While I was at the hotel to-day, an elderly gentleman called upon me to know whether I was really in favor of producing a perfect equality between the negroes and white people. [Great Laughter.] While I had not proposed to myself on this occasion to say much on that subject, yet as the question was asked me I thought I would occupy perhaps five minutes in saying something in regard to it. I will say then that I am not, nor ever have been, in favor of bringing about in any way the social and political equality of the white and black races, [applause]-that I am not nor ever have been in favor of making voters or jurors of negroes, nor of qualifying them to hold office, nor to intermarry with white people; and I will say in addition to this that there is a physical difference between the white and black races which I believe will forever forbid the two races living together on terms of social and political equality. And inasmuch as they cannot so live, while they do remain together there must be the position of superior and inferior, and I as much as any other man am in favor of having the superior position assigned to the white race. I say upon this occasion I do not perceive that because the white man is to have the superior position the negro should be denied every thing. I do not understand that because I do not want a negro woman for a slave I must necessarily want her for a wife. [Cheers and laughter.] My understanding is that I can just let her alone. I am now in my fiftieth year, and I certainly never have had a black woman for either a slave or a wife. So it seems to me quite possible for us to get along without making either slaves or wives of negroes. I will add to this that I have never seen, to my knowledge, a man, woman or child who was in favor of producing a perfect equality, social and political, between negroes and white men. I recollect of but one distinguished instance that I ever heard of so frequently as to be entirely satisfied of its correctness-and that is the case of Judge Douglas’s old friend Col. Richard M. Johnson. [Laughter.] I will also add to the remarks I have made (for I am not going to enter at large upon this subject,) that I have never had the least apprehension that I or my friends would marry negroes if there was no law to keep them from it, [laughter] but as Judge Douglas and his friends seem to be in great apprehension that they might, if there were no law to keep them from it, [roars of laughter] I give him the most solemn pledge that I will to the very last stand by the law of this State, which forbids the marrying of white people with negroes. [Continued laughter and applause.] I will add one further word, which is this: that I do not understand that there is any place where an alteration of the social and political relations of the negro and the white man can be made except in the State Legislature-not in the Congress of the United States-and as I do not really apprehend the approach of any such thing myself, and as Judge Douglas seems to be in constant horror that some such danger is rapidly approaching, I propose as the best means to prevent it that the Judge be kept at home and placed in the State Legislature to fight the measure. [Uproarious laughter and applause.] I do not propose dwelling longer at this time on this subject……..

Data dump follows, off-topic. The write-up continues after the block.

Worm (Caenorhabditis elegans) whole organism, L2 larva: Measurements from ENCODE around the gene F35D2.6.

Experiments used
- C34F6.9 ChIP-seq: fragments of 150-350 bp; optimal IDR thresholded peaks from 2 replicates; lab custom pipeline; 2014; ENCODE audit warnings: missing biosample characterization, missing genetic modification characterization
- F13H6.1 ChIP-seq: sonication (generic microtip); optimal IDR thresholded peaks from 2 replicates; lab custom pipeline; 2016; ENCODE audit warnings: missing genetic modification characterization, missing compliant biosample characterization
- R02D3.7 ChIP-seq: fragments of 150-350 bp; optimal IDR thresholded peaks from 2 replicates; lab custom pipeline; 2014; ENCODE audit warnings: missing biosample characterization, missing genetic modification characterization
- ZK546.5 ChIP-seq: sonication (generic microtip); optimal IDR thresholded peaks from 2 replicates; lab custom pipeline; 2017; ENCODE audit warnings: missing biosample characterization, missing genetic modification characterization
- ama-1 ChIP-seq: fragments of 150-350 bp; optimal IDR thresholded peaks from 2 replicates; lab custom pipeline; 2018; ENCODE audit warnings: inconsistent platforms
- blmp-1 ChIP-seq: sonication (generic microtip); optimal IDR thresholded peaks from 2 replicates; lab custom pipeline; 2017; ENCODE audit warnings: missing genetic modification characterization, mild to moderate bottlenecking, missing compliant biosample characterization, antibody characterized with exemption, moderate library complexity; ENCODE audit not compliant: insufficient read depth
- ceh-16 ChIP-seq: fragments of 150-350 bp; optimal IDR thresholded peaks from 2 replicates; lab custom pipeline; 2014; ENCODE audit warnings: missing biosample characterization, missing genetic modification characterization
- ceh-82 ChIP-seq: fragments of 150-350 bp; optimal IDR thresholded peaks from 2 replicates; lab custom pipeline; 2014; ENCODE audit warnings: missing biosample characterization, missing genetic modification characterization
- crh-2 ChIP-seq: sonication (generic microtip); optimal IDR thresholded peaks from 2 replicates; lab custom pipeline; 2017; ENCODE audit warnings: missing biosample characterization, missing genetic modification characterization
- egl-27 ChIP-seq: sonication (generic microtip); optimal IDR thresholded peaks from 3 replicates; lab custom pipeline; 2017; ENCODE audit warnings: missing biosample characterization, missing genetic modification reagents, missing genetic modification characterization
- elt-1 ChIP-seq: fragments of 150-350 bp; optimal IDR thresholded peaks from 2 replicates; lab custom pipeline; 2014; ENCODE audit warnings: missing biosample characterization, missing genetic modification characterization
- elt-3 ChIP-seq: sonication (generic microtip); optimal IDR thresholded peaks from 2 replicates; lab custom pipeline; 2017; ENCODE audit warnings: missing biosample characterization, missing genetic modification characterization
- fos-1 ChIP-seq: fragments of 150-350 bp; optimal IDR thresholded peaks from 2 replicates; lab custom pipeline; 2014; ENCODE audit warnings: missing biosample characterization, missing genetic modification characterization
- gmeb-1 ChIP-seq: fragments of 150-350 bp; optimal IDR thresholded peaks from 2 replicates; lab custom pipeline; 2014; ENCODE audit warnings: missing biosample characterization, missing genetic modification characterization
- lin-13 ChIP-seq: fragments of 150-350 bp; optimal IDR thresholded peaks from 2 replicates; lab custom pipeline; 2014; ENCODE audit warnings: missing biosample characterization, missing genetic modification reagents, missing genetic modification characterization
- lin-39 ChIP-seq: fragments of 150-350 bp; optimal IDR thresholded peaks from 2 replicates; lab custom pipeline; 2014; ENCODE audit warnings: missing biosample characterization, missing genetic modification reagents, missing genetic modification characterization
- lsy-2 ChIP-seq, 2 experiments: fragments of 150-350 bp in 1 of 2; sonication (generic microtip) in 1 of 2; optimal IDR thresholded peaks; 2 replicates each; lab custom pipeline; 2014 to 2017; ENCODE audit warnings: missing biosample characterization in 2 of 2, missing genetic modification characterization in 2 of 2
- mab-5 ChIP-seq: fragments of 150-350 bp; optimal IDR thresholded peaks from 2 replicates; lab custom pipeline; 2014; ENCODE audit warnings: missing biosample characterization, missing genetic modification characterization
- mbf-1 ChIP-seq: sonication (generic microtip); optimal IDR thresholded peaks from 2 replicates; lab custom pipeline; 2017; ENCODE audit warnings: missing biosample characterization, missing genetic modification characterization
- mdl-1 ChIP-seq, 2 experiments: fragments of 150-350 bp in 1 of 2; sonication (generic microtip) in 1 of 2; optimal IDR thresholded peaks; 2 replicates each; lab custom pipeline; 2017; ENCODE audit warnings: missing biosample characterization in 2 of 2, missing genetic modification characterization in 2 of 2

(Lincoln responds to remarks made by Douglas):